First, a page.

New figures released today show the need for urgent action on childhood obesity.
Research by the NSW Health Department shows that more than one in five kids in New South Wales are overweight or obese. This crisis is driven by physical inactivity and poor nutrition, with just 30 per cent of 5-15 year olds in NSW getting enough exercise, and only one in 20 kids eating enough vegetables.
These figures are all the more tragic because children are likely to remain overweight or obese into adulthood. 80 per cent of obese kids go on to become obese adults, causing chronic diseases like diabetes and heart disease.
National leadership and investment are needed to help kids and families stay healthy. That’s why Labor committed $300 million to build healthy communities and prevent chronic disease during the recent election campaign.
Labor’s package included $90 million for Australia’s first National Physical Activity Strategy, to get kids and all Australians moving more. Labor also committed $10 million to improve nutrition – including by expanding the Stephanie Alexander Kitchen Garden program in schools. Full details of Labor’s plan are available here.
In contrast, in its first Budget the Abbott-Turnbull Government ripped almost $370 million out of preventive health. This forced an end to important programs that the last Labor Government had introduced to tackle obesity, like physical activity and healthy eating programs in schools, early childhood centres and preschools.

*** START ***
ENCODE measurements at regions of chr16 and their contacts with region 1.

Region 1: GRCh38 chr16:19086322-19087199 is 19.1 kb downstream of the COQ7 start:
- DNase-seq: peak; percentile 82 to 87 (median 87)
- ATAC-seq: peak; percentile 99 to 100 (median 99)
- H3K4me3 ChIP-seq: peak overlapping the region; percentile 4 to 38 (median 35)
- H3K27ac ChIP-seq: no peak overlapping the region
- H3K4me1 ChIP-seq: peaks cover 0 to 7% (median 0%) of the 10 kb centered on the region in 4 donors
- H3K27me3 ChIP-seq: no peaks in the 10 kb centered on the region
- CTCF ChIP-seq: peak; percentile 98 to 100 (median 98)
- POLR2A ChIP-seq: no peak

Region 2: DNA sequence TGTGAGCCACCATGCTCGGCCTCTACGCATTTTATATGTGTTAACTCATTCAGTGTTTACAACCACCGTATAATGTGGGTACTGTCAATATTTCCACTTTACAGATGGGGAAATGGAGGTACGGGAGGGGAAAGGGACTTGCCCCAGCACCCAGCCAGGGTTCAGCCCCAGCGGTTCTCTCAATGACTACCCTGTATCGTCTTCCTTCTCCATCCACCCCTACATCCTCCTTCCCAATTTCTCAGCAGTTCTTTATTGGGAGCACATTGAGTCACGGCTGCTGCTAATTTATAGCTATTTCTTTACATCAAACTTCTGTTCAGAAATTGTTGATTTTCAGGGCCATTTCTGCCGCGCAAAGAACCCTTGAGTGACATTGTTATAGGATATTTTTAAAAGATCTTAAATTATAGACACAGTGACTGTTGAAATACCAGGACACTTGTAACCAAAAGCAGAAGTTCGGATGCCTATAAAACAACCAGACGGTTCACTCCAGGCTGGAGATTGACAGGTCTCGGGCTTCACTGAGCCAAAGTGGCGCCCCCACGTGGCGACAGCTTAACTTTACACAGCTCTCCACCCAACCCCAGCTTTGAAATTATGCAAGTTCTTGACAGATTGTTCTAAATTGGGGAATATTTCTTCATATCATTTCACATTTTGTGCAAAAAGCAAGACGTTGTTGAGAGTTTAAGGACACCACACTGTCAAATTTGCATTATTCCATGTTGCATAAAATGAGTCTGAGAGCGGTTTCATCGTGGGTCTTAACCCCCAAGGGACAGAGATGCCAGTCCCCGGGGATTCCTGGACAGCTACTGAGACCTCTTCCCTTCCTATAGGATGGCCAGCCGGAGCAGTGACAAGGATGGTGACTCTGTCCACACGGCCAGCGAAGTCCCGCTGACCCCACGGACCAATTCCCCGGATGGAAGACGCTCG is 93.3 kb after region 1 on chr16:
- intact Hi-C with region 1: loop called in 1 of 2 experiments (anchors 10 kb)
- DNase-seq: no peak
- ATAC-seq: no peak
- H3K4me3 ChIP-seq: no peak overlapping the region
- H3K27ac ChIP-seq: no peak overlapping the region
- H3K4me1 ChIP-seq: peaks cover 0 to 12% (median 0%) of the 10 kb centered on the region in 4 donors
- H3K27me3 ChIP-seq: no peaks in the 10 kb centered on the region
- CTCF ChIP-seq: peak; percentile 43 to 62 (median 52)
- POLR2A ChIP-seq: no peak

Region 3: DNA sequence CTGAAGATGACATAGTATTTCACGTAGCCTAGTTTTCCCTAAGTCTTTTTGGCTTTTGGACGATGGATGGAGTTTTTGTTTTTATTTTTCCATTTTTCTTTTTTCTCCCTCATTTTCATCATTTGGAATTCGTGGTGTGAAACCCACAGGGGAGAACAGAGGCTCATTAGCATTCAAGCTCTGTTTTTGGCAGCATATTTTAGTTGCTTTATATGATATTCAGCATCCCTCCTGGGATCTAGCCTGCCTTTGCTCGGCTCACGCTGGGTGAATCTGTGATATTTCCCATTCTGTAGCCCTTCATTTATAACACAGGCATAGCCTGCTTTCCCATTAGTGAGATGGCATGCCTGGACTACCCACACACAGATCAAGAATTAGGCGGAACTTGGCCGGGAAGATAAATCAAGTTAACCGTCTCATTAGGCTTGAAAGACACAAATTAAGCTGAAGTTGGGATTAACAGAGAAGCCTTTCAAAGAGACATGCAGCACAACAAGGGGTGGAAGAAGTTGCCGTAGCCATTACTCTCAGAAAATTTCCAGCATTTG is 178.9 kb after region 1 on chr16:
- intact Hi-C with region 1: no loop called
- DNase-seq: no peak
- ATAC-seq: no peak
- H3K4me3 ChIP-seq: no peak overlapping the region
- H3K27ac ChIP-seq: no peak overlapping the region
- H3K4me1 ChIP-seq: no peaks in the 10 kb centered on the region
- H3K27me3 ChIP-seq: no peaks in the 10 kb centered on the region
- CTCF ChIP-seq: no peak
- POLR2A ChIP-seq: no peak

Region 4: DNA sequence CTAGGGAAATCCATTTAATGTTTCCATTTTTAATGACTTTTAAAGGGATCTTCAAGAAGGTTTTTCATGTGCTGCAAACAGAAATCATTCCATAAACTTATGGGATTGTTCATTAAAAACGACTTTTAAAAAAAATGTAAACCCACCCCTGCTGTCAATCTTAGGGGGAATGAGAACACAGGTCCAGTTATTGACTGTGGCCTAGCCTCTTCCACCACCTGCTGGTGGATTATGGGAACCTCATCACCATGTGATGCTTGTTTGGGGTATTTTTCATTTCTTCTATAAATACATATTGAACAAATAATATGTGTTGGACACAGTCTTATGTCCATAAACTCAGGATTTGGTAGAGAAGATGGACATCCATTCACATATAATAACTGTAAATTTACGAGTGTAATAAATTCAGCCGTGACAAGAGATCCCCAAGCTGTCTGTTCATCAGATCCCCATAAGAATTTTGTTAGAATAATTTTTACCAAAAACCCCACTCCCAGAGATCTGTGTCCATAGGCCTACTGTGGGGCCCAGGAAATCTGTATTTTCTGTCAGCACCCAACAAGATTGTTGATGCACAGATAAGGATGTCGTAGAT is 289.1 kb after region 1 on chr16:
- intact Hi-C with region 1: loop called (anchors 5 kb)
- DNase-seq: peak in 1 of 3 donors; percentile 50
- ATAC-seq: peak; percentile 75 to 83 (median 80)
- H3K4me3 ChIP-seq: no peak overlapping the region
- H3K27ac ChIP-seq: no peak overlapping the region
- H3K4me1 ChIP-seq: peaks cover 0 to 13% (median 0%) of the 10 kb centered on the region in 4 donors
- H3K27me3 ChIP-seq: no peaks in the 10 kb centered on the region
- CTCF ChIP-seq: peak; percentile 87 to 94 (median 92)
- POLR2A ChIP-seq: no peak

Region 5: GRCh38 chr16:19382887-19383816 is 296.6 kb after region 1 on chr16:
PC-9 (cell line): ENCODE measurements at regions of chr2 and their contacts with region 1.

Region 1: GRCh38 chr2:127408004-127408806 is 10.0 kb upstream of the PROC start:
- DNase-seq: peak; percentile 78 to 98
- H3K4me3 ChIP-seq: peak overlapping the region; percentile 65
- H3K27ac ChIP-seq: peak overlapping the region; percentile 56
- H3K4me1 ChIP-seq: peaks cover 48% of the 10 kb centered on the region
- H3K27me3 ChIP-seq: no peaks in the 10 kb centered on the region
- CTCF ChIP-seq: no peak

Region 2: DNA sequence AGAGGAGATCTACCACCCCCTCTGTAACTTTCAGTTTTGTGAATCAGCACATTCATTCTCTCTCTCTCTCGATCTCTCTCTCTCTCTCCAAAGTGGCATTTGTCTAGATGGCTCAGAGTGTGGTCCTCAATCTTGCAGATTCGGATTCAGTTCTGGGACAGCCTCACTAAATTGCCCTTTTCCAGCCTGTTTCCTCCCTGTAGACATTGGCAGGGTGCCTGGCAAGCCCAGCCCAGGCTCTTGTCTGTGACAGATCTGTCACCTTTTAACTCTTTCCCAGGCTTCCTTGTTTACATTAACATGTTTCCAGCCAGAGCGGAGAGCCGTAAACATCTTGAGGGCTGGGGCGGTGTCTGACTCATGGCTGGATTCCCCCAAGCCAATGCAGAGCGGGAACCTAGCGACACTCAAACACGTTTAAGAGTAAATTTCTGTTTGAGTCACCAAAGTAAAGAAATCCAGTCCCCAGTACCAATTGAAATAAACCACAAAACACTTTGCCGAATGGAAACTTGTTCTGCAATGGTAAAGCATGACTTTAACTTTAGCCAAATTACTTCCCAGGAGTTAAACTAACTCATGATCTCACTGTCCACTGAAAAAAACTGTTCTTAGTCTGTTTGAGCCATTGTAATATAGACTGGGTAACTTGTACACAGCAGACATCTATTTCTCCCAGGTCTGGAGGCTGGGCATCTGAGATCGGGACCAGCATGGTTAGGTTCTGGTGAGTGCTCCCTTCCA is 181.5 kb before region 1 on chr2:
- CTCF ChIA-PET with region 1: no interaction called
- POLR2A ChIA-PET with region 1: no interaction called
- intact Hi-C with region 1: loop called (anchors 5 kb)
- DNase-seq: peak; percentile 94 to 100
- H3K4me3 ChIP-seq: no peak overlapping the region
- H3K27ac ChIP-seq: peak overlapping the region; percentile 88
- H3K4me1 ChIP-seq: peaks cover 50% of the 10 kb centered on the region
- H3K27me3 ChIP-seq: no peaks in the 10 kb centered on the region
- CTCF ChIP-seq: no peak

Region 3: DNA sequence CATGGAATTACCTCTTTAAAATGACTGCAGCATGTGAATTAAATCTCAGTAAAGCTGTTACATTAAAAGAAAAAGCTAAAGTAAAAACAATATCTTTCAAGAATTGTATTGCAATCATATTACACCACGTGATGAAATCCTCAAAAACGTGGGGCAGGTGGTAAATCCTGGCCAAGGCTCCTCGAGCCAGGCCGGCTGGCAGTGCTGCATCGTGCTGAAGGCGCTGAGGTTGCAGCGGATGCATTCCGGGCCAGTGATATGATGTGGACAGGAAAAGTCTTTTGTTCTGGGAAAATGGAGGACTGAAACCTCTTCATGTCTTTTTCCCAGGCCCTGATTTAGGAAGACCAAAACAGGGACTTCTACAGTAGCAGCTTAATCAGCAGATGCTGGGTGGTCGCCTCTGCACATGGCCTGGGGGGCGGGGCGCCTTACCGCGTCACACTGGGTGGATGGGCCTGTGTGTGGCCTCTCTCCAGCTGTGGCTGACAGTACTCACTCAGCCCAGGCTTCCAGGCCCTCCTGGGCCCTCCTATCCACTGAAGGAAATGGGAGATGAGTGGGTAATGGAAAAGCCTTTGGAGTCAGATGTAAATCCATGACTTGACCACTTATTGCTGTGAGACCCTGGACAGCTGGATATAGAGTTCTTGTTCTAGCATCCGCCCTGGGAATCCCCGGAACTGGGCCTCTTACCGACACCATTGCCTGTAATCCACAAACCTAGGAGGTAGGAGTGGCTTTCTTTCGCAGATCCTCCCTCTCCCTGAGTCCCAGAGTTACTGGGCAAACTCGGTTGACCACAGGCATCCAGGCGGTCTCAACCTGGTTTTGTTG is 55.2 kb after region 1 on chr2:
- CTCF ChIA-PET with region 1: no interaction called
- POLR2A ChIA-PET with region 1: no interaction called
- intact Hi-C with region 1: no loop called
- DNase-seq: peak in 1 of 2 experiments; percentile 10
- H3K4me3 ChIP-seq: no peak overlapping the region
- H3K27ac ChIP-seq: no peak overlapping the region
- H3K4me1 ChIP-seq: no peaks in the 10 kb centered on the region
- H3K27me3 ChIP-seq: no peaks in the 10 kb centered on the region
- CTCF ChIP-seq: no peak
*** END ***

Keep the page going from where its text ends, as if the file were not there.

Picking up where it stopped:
In what he calls his year of “great achievement” as Prime Minister, Malcolm Turnbull has not reinvested a single dollar in tackling childhood obesity.
Experts like Sydney University Professor Louise Baur say this makes it impossible for states to combat the crisis:
“If we look at the upstream issues, many are beyond the capacity of the health system alone and many of them are beyond the capacity of the state government to develop alone. We have clearly seen a disinvestment in preventative health.”
It is past time for Australia to reinvest in tackling childhood obesity, through action on physical activity and nutrition.
SATURDAY, 17 SEPTEMBER 2016